What’s That Smell? Corpse Flower Set to Bloom at U.S. Botanic Garden

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Visitors to the U.

S.

Botanic Garden in Washington, D.

C.

are about to experience something truly revolting, as the corpse flower is expected to bloom over the weekend, releasing an odor that's been described as comparable "to the stench of rotting flesh.

" The corpse flower, or Amorphophallus titanium, releases a stench when it blooms that's been described as a "combination of garlic, fish, diapers, and rotting meat.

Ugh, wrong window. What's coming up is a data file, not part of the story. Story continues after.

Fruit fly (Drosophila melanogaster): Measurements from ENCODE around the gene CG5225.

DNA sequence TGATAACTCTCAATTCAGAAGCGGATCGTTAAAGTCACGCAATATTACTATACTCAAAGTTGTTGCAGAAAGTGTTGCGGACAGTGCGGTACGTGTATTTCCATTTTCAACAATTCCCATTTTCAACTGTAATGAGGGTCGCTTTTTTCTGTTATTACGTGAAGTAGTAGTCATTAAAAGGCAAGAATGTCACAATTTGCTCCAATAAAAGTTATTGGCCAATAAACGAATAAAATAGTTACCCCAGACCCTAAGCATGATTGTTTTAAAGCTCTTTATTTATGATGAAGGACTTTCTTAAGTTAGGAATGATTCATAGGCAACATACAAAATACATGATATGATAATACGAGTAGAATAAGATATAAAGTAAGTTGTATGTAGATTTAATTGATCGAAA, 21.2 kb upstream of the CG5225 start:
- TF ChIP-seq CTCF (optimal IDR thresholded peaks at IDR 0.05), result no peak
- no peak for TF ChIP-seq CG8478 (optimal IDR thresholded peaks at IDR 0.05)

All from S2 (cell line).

" If you want to catch a glimpse — or more likely a smell — you better act quickly.

Corpse flowers typically bloom for just 24 to 48 hours.

What's more, corpse flowers have highly unpredictable bloom cycles, only gracing us with their putrid smell once every several years or even several decades.

Considered one of the largest flowers in the world, the corpse flower can grow up to 12 feet tall and live for up to 40 years in its natural habitat of Sumatra, Indonesia.

For NewsBeat Social, from Washington D.

C.

at the United States Botanic Garden, I'm Caitlin Mangum.

Source: Youtube